The Real Meat and Meaning of the PBAA-MPA Conference (Part 2)
Last week I discussed the opening session of the PBAA -MPA meeting in Philadelphia. My reactions were mostly confined to the uber-presidents of the publishers' panel and I dropped some hints last week of what I will talk about today. The rest of this dialog will be about my reaction to the state of the union of the magazine retail channel as expressed in two days of listening and observing. I will start off saying it was well run by the PBAA-MPA and that there was a refreshing and honest sobriety to all the workshops.
One of the most insightful meetings of the whole event, if you paid very close attention to the details of what was being said, was POS in a Changing Newsstand Environment. It was smoothly moderated by my friend Gil Brechtel of MagNet and hosted several publishers and distributors. Here in this meeting was where the rubber actually hit the road, or in publishing parlance, where some of the great "disconnect" of cooperation in the industry was actually discussed. Conde Nast's Bob Sauerberg hinted at this implication on the first day of the show. For those who don't follow this side of the business in any great detail, there is some discord in the process of magazine distribution and sales that sure could use some examination for a speedier turn-around to success. On top of that there are also acronyms galore of sales techniques that must be understood, such as SBT (Scan Based Trading) and POS (Point of Sale) for you to really understand the issues at hand. (No pun intended, but still enjoyed.)
Describing these as briefly as possible is not easy, but I will try, because it is important. SBT is a process where retailers hold items for sale, such as magazines, until the items are finally sold and scanned at the retail counter. POS captures much more detailed information and is a more expensive variation of SBT.
In theory, but only in theory, everyone gains huge benefits with a full system, detailed analysis of all sales. The central problem with SBT, as I understand it, is finding a way to equitably share the costs among all the many players in the process. You would think this would be easy, as it would be to everyone's benefit, but you would be very wrong to think so. Sitting in the audience, my reaction was, that it seems that everybody wants the other guy to pay the lion's share of SBT and/or POS development costs.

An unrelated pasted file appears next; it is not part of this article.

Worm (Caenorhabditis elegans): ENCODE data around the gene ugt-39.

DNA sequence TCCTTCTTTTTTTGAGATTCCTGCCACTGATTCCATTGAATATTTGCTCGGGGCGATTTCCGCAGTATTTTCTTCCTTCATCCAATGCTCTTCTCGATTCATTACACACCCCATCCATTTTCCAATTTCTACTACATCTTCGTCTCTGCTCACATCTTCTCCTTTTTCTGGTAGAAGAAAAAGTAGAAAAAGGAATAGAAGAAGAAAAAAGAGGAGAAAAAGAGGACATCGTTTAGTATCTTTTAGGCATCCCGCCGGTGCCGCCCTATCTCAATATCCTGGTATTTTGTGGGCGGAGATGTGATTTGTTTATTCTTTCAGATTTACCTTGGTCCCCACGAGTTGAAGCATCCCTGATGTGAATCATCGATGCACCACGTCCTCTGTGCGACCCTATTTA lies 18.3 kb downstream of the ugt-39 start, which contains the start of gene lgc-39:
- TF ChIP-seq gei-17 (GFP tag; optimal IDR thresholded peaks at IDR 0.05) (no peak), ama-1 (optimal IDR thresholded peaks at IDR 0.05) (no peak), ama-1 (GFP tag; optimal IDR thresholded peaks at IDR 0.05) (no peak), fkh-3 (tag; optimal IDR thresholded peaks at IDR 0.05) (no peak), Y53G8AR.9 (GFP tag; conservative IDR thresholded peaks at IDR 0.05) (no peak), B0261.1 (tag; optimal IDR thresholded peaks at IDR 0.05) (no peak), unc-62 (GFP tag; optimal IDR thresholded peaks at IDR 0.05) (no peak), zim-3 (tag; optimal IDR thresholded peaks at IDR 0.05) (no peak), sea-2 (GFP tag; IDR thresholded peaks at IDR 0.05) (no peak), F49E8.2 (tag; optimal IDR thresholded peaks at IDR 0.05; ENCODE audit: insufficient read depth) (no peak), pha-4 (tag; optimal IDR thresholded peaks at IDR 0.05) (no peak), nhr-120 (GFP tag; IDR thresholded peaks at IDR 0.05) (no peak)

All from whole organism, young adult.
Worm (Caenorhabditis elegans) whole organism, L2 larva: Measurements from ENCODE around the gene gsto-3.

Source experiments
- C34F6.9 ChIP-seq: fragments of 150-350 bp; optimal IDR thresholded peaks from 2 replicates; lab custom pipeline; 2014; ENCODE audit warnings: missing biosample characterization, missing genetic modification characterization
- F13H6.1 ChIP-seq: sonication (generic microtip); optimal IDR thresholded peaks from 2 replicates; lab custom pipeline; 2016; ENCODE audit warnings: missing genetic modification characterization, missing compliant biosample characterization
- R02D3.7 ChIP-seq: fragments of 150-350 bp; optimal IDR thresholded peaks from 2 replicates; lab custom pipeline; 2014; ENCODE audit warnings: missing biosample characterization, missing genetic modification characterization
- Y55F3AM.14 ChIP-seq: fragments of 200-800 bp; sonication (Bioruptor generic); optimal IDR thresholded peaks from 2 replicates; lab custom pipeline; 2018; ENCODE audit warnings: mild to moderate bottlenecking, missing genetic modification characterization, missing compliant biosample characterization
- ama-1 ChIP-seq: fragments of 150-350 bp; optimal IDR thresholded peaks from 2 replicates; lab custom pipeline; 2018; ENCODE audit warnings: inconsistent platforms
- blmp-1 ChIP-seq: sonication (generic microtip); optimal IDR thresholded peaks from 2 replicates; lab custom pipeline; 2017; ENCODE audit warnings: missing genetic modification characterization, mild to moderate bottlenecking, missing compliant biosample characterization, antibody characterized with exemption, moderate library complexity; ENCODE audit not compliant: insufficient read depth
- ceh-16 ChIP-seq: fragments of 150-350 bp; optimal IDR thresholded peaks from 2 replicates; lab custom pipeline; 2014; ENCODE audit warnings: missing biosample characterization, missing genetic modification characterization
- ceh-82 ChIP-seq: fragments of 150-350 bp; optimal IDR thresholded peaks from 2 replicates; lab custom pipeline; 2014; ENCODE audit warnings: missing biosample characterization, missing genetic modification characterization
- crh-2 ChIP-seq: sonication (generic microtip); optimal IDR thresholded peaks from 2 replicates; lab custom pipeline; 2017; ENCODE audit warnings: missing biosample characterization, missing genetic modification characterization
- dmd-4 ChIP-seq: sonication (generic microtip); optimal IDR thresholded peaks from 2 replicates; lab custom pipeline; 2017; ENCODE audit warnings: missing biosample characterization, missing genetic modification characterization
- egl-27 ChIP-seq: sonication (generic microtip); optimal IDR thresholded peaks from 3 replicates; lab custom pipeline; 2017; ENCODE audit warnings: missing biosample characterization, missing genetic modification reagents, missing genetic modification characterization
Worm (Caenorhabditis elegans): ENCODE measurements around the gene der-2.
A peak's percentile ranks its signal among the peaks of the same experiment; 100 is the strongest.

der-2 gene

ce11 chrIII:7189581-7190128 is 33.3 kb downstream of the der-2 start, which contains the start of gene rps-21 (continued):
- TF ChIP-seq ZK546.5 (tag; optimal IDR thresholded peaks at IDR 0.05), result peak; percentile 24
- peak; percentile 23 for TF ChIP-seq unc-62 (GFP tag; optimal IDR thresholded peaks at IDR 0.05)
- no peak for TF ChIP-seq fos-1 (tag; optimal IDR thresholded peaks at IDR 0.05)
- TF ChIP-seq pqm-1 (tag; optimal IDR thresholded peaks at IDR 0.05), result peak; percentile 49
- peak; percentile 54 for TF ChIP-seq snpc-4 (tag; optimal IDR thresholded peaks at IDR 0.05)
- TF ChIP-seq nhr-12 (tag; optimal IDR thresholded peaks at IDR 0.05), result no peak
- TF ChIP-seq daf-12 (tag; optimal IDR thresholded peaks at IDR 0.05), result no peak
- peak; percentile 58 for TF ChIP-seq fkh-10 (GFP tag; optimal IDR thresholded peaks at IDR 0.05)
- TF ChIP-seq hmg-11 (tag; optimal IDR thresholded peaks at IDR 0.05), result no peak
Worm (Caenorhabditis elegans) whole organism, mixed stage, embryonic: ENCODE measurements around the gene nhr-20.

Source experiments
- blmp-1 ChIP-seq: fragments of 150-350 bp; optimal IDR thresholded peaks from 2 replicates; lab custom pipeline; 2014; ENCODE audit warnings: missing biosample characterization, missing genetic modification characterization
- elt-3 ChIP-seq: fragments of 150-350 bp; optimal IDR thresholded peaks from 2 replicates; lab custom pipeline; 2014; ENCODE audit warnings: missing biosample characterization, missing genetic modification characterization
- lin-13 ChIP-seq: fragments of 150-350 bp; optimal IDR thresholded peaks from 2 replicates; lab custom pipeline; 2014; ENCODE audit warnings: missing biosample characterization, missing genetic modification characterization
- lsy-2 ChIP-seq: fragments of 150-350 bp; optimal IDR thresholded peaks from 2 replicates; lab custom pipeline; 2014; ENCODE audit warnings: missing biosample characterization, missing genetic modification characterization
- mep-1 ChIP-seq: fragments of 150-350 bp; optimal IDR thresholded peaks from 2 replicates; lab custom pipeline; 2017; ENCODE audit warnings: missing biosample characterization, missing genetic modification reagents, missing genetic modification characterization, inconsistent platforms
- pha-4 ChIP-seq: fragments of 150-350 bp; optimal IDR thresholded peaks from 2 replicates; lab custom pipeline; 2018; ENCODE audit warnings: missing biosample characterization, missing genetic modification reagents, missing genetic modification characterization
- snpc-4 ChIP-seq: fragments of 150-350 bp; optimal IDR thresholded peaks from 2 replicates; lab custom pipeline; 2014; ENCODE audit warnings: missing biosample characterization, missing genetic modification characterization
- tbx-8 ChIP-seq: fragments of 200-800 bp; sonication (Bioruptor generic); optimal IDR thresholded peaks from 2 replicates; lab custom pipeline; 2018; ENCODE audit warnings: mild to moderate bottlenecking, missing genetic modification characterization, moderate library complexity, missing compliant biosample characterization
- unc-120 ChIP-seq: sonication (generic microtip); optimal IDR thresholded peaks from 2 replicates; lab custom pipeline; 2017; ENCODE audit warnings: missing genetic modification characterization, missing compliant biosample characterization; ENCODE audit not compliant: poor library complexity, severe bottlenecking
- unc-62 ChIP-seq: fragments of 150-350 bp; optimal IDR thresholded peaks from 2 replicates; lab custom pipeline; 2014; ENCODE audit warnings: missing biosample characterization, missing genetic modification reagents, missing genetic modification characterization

This moderate discord of the magazine distribution system begins with the two middlemen who conduct our business. They are the wholesalers and the national distributors. I've been told that part of the problem is that the wholesalers in developing arrangements with retailers have expended large sums of capital to develop and implement the process of SBT. And from where I sit it seems that the national distributors don't/didn't want to deal with it because they feel that they were left out of the process and that their part of the SBT financials weight in favor to the retailer. I could go on and on but all you need to know is that everyone involved in any business rightly works for a profit and that includes you and me. So the whole thing reasonably boils down to who should pay for what in the distribution process? And included in the mystery formula of our mutual success is when should the damn payments be made? The when “effect” is also part of another, yet to be satisfactorily resolved problem of longer than usual on-sale dates for SIPs and Bookazeens.
POS, which is a variation of SBT, is a system of not only tracking the sales and the inventory, but establishing a system of accumulated payments upon the sale of the magazines. Again in theory POS allows greater detail in the retail process taking magazines out of a store where they are not selling and putting them in a store where they are. It also includes more advanced features with different and varied functionality, such as inventory management, financial record keeping, warehousing controls, and more all built into the POS software. To the best of my knowledge, and I don't claim to be an expert in this, issue-by-issue reporting using SBT for magazines isn't currently available, because they don't use unique enough codes to identify each issue sold and where it was actually sold.
Again, I could go on, but at the end of the day I believe that it all boils down to who is willing to pay for the needed services rendered and what level of those services are really needed for everyone's mutual success.
With that as my foundation for understanding the dynamics of the retail side of our business here are some key points of the PBAA-MPA conference:
The Future of the Retail Landscape:
How are traditional supermarkets performing as we emerge from the "great recession?"
Meredith Adler of Barclays Capital said that the supermarkets of today are mostly still in a decline in sales because of price increases in many other retail products that happened during the bad economy, although she said, it does seem that some of retail losses have started to stabilize. She pointed out that the sale of impulse products (magazines) seems limited mainly to stores in more affluent areas.
My interpretation is that it is a mixed bag in supermarket land and many customers are still struggling, although the more affluent customers are not. Now combine fewer people shopping less often and include the "mobile blinder" syndrome of people who are shopping, but looking at their cell phones at check-out instead of our magazine racks, and you have a less than perfect sales situation for impulse magazine buys.